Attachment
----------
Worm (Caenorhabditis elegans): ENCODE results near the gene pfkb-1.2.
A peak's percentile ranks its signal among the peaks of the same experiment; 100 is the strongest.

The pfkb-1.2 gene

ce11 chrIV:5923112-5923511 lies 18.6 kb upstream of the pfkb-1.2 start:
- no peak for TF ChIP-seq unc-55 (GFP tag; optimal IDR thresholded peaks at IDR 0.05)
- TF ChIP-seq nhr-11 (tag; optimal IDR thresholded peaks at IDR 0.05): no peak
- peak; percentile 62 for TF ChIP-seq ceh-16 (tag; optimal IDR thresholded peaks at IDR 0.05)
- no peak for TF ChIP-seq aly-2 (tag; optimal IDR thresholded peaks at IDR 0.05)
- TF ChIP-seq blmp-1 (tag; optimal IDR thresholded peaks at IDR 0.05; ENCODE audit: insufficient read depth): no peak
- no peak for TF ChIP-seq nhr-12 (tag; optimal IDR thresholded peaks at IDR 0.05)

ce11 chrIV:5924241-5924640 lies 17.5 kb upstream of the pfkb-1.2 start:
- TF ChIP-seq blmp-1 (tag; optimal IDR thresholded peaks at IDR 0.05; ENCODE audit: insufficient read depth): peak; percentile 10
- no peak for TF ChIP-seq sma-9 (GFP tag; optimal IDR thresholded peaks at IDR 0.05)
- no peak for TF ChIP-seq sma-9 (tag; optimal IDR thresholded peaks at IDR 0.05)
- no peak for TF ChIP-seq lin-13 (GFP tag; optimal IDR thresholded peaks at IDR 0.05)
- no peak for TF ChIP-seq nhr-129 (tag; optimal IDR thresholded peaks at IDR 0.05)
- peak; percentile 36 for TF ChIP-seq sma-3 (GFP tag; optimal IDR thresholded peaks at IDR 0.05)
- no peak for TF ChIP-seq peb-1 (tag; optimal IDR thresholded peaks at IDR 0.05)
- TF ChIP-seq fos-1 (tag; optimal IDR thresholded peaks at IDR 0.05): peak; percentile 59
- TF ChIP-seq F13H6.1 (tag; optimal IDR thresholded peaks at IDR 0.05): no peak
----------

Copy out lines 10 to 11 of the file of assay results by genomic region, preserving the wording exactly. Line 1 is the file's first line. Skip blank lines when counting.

- no peak for TF ChIP-seq nhr-12 (tag; optimal IDR thresholded peaks at IDR 0.05)

ce11 chrIV:5924241-5924640 lies 17.5 kb upstream of the pfkb-1.2 start: